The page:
Notes

Image of the Day: Small Feet, Big Author Tour

Appropriately for a book about a family's adventures in the wilds of Alaska, author Erin McKittrick, her husband and their children are promoting her new book, Small Feet, Big Land: Adventure, Home, and Family on the Edge of Alaska (Mountaineers Books), with an author tour via camper van, starting last month in Seldovia, Alaska, and making their way through southeastern Alaska, Washington State and Oregon, aiming to arrive in California by Thanksgiving.

Earlier this month in Juneau, Hearthside Books hosted an event at Centennial Hall for McKittrick and her family that drew 150 people. The family talked about their adventures, did a slide show, displayed some of their equipment (in the photo above, Hig, Katmai, Erin and Lituya with a tent that's similar to the one they used for two months on their Malaspina Glacier trek), showed a short movie called A Life on Ice by Greg Chaney about their story--and sold 28 copies of the book, as well as some of her previous book, A Long Trek Home: 4,000 Miles by Boot, Raft, and Ski.


Melville, the Award-Winning Bookstore Cat

Melville, who spends his days at Battlefields & Beyond bookstore, Gettysburg, Pa., has acquired "newfound celebrity status" as Arm & Hammer's October pet of the month, the Evening Sun reported.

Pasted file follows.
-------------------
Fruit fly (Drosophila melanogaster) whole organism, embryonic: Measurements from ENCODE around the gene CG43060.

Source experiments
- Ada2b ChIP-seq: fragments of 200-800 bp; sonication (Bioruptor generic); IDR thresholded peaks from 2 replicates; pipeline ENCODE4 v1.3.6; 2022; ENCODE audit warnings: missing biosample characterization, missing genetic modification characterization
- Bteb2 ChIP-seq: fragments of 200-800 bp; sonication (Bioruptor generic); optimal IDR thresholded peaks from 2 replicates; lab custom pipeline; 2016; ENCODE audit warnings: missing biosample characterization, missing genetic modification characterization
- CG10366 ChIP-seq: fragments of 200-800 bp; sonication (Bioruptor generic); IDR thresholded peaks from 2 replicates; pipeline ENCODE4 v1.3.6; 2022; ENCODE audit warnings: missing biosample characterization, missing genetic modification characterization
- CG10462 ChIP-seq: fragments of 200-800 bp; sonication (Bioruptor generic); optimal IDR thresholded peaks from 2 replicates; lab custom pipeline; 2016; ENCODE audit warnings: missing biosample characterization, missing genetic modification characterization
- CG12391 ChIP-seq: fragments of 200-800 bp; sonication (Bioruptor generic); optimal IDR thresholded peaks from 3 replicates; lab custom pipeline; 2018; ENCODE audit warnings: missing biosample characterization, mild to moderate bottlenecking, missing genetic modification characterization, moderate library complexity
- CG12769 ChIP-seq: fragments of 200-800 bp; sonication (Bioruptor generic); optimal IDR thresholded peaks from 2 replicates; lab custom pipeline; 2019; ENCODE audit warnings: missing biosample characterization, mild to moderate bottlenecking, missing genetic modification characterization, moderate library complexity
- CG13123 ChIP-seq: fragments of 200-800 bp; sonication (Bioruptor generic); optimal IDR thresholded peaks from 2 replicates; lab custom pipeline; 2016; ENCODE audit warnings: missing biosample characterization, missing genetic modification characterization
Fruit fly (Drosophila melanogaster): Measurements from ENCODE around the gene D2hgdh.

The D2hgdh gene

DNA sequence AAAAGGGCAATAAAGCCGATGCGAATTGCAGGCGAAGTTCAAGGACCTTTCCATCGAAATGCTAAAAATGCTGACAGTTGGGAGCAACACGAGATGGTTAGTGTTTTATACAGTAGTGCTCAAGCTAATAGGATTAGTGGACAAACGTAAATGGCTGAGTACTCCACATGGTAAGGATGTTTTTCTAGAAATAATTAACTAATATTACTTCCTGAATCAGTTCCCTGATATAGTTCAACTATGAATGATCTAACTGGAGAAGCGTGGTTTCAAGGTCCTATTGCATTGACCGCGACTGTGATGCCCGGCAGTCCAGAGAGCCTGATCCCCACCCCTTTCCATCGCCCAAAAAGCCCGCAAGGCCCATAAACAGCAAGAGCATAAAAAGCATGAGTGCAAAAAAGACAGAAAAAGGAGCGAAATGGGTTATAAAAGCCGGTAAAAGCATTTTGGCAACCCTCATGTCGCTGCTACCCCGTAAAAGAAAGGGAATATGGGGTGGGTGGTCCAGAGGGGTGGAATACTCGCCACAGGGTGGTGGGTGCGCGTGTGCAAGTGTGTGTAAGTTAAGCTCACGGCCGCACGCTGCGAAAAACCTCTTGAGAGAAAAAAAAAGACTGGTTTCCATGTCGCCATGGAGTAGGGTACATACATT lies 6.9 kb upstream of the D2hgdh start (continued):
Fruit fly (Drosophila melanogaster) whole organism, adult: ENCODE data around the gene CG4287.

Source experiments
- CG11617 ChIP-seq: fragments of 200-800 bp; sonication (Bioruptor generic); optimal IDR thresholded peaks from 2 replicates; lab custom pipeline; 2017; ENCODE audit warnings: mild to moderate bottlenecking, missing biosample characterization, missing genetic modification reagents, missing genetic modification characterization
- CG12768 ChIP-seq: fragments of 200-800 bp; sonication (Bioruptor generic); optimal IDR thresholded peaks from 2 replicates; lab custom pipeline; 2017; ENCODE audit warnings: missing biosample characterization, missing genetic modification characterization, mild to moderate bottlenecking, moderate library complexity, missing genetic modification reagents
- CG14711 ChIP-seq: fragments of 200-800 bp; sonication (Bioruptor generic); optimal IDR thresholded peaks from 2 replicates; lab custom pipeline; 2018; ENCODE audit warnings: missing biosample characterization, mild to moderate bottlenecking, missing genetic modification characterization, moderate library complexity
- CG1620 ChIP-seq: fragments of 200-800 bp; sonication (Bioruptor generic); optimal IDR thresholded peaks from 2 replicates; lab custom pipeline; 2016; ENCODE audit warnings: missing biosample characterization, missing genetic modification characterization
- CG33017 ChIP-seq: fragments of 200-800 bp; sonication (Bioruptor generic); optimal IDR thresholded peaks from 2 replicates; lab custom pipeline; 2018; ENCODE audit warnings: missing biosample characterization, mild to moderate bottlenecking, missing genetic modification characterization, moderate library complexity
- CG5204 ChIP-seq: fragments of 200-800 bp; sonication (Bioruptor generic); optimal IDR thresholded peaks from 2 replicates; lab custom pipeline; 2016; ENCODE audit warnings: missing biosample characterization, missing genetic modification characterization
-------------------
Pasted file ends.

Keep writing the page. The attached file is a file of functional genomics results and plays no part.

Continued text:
The two year old, long-haired gray and white rescue cat gained the honor shortly after his owner, Bernadette Loefell-Atkins, "came home to find Melville sitting on top of a box of Arm & Hammer cat litter, so she snapped a photo and shared it on the company's Facebook page," the Evening Sun wrote. 


Katie Fleming Promoted at Penguin Random House Audio

Katie Fleming has been promoted to director of publicity for Penguin Random House Audio, Fodor's and Living Language. She joined the Random House Audio publicity department six years ago.



Media and Movies

Media Heat: Veronica Roth on the Today Show

This morning on the Today Show: Veronica Roth, author of Allegiant (Katherine Tegen Books, $19.99, 9780062024060). She'll also be E! News tonight. 

Also on Today this morning: Gavin MacLeod, co-author of This Is Your Captain Speaking: My Fantastic Voyage Through Hollywood, Faith & Life (Thomas Nelson, $22.99, 9780849947629).

---

Tomorrow morning on Fox & Friends: John Lithgow, author of Never Play Music Right Next to the Zoo (Simon & Schuster, $17.99, 9781442467439).

---

Tomorrow morning on MSNBC's Morning Joe: Alan Greenspan, author of The Map and the Territory: Risk, Human Nature, and the Future of Forecasting (Penguin Press, $36, 9781594204814).

---

Tomorrow morning on the Today Show: Robynne Chutkan, author of Gutbliss: A 10-Day Plan to Ban Bloat, Flush Toxins, and Dump Your Digestive Baggage (Avery, $26, 9781583335222).

---

Tomorrow morning on Good Morning America: Pat Conroy, author of The Death of Santini: The Story of a Father and His Son (Nan A. Talese, $28.95, 9780385530903).

Also on Good Morning America: Rachael Ray, author of Week in a Day (Atria, $24.99, 9781451659757). She will also appear on the View.